ARCHAEOLOGISTS are hoping to shed new light on one of the greatest works of early English Christian art: the Lindisfarne Gospels.
In excavations due to start this summer, archaeologists from Durham University, led by the early-medieval specialist Dr David Petts, will be searching for indications that there was a book-production industry on the island at the time the Lindisfarne Gospels were crafted.
They will be looking for writing implements (bone, copper, or iron-stylus “pens” and horn inkwells), copper-, lead-, and arsenic-based minerals (used to make green, red, and yellow pigments), and crescent-shaped knives (used to scrape the calfskin to make the vellum).
Scholars have never had conclusive proof that the Anglo-Saxon illuminated Gospels book was made on Lindisfarne. The only evidence comes from a cleric who was writing three centuries after the book was crafted. It was known as the Lindisfarne Gospels only from some time in the late 19th century. Before that, it had been known as the Durham Book.
To prove that Lindisfarne was a significant centre for illuminated-manuscript book production, the archaeologists would have to find rough drafts of relevant illuminated motifs, potentially scratched on stone or bone.
Made of the finest calf vellum in about AD 715, the book consists of the four Gospels, and background material from the Fathers. It fuses Irish, Anglo-Saxon, Pictish, and Middle Eastern artistic styles, but is written in the pure fourth-century Latin of St Jerome’s Vulgate edition of the Gospels.
The history of the book’s jewel-encrusted gold cover is not known. It is possible that it was stolen by Viking raiders in AD 793; to remove it, they would have had to tear off the cover — an act that may have led to the loss of some jewels and gold fragments. It is possible that such material could be found by the archaeologists.
Equally important would be the discovery of inscribed, illuminated, or plain vellum fragments used in Anglo-Saxon book production. It is conceivable that offcuts, or pages discarded because of error could have been preserved at the bottom of some rubbish pits.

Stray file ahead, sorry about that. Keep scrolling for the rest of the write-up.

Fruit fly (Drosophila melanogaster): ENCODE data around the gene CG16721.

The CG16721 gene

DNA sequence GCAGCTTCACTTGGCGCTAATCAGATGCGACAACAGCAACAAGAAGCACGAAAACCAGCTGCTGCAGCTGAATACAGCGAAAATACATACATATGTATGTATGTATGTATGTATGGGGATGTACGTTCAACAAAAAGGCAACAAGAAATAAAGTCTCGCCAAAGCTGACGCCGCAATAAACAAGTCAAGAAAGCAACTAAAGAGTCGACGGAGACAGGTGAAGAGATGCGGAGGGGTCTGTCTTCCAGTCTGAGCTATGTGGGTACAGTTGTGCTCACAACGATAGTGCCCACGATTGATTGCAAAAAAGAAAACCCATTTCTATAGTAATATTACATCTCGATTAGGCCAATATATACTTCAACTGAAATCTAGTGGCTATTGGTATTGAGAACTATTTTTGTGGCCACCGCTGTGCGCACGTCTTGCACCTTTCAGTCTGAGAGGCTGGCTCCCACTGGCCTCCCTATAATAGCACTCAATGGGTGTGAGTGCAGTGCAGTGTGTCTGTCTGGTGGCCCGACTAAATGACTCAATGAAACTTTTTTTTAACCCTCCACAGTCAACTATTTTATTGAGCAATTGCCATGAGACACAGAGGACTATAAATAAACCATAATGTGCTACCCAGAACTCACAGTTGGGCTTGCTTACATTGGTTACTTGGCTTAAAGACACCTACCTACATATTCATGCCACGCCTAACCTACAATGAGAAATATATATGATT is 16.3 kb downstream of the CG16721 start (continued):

The archaeologists also hope to find out to what extent Lindisfarne was occupied by monks after the Viking raids in the ninth, tenth, and 11th centuries. In the past, some fragments of fine sculpture from these centuries have been found on the island, and archaeologists now hope to find more artefacts from that era — and possibly the remains of the seventh-century monastery.
Geophysical survey work, carried out in 2012, provided evidence of at least three buildings. One may be the remains of the so-called Green Church — an Anglo-Saxon place of worship for women only — which disappeared some time in the medieval period.
The excavations will be carried out and funded primarily by members of the public from the UK and abroad. Although the dig is being led by Dr Petts, most of the diggers are being recruited from around the world by a British social-enterprise company, Dig Ventures, which is also arranging most of the finance for the project through worldwide crowd-funding.
“This summer’s excavation will be an unparalleled opportunity to explore and more fully understand the heart and soul of Anglo-Saxon Christianity,” Dr Petts said.
Professor Michelle Brown, of the University of London, an expert on the Lindisfarne Gospels, said: “It will use new technologies and produce new evidence, which will complement recent scholarship and new ways of looking at ancient monuments.”
David Keys is Archaeology Correspondent at The Independent.